Prosthetic limb advances could help victims of the Boston Marathon bombingsby David Salisbury Apr. 19, 2013, 12:55 PM
The tragic April 15 bombing at the Boston Marathon took the lives of three people and has left dozens of people with serious injuries, many of whom have lost limbs.
Vanderbilt mechanical engineer Michael Goldfarb, an expert in the field of prosthetic devices and director of the Center for Intelligent Mechatronics, says dramatic advances in technology could help give these victims artificial legs that work much better than ever before.
“Within the next one to three years, ‘bionic’ prosthetic devices will be available for people that are substantially smarter, more capable, more active and more interactive than those that are currently on the market,” said Goldfarb, the H. Fort Flowers Professor of Mechanical Engineering at Vanderbilt.
In the last few years Goldfarb and his colleagues have developed the first bionic lower limb prosthetic with powered knee and ankle joints that operate in unison. It is the type of prosthetic that many of the Boston victims with severe leg injuries will need because most had their legs amputated above the knee.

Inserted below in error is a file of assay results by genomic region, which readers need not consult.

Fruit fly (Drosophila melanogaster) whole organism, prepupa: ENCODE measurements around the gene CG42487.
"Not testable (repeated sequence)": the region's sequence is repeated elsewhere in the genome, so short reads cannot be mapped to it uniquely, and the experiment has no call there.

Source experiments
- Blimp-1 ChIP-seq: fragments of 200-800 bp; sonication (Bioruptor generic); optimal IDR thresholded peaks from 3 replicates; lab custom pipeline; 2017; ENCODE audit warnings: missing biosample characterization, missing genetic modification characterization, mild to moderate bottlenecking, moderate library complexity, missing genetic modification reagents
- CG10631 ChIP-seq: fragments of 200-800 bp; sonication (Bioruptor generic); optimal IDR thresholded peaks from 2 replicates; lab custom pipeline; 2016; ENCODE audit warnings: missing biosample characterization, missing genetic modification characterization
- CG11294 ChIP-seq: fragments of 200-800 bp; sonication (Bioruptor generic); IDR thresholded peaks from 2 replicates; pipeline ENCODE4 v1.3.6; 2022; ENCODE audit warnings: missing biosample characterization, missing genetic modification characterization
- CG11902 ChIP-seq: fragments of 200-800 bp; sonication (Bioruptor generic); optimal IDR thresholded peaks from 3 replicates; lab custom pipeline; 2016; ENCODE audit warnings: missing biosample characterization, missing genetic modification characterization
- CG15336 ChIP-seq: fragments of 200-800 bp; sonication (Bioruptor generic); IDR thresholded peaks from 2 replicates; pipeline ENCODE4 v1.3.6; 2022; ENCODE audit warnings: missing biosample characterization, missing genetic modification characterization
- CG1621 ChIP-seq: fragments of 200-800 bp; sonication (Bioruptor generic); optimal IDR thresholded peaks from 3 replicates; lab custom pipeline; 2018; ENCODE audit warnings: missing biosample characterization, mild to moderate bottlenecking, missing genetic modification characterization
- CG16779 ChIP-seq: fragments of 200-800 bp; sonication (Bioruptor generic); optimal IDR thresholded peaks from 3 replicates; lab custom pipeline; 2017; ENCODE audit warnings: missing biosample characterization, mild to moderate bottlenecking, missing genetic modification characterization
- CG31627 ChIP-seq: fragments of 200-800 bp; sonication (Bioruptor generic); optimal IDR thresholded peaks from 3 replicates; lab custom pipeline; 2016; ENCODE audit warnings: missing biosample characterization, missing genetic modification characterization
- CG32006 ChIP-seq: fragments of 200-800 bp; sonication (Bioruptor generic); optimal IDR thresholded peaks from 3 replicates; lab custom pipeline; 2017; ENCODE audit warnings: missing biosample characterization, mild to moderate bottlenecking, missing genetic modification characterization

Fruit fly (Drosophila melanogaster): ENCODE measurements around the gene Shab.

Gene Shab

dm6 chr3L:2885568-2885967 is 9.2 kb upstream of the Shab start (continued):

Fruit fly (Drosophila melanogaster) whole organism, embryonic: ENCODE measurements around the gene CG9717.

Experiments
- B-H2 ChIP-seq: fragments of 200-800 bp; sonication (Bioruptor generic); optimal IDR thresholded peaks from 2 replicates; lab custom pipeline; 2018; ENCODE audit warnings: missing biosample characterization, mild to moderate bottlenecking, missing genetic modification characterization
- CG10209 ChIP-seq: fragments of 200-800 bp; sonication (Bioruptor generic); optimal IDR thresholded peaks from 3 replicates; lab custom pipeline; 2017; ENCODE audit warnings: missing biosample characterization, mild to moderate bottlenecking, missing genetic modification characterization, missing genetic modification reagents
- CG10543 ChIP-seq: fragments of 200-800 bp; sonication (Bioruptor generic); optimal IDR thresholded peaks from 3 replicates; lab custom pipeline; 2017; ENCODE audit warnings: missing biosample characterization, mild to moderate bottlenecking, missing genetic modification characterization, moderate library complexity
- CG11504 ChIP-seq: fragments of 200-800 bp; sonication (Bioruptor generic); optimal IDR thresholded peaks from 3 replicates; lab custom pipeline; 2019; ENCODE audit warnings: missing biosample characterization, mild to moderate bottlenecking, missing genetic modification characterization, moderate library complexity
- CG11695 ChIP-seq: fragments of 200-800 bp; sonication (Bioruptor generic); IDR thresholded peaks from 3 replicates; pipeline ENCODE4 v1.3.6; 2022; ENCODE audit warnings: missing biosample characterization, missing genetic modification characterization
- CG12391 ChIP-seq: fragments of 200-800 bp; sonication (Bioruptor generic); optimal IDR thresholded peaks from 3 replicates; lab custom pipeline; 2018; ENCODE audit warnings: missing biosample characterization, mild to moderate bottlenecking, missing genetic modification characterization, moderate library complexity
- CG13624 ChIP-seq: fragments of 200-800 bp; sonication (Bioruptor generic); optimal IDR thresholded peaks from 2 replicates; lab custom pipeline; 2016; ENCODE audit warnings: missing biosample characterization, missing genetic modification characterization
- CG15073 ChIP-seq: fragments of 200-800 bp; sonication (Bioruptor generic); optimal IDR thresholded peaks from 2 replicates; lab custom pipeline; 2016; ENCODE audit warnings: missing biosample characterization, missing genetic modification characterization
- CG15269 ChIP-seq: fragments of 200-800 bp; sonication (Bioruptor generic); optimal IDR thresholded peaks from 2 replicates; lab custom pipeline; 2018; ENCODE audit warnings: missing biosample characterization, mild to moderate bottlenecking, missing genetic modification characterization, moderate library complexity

This bionic leg comes equipped with sensors that monitor its user’s motion. It has microprocessors programmed to use this data to “sense” and predict what the person is trying to do and operate the device in ways that facilitate these movements.
“The kinds of devices that we are developing make it possible for users to perform a number of ‘patterned’ activities, such as sitting, standing, walking on an incline, or walking up and down stairs,” Goldfarb said. “And it helps patients to walk with a more comfortable and smooth gait. But they are not yet suitable for ‘unpatterned activities’ like dancing.”
A Thousand Steps in the Bionic Leg
Last November, researchers at the Rehabilitation Institute of Chicago modified one of Goldfarb’s bionic prosthetic limbs with a simple neural interface. The combination allowed amputee Zac Vawter to set a record by climbing 103 flights of stairs to the top of Chicago’s Willis Towers.
But Goldfarb says engineers need more time to perfect the device for all users.
“There is a big difference between designing a neural system in a lab that will work with one person and developing a system suitable for a mass market,” said Goldfarb.
Prosthetics and Smartphones
Goldfarb sees a parallel between the progress currently being made in prosthetic device technology and the evolution of the cell phone into the smartphone.
“Smartphones are a lot more complicated than cell phones and they can to a lot more things. However, they have managed to maintain the same basic level of reliability,” he said. “The neural interface is similar to the Siri voice recognition system— if it is done well, it will make a tremendous difference. But if it doesn’t work well, we can still make use of most of the functionality of our devices without it.”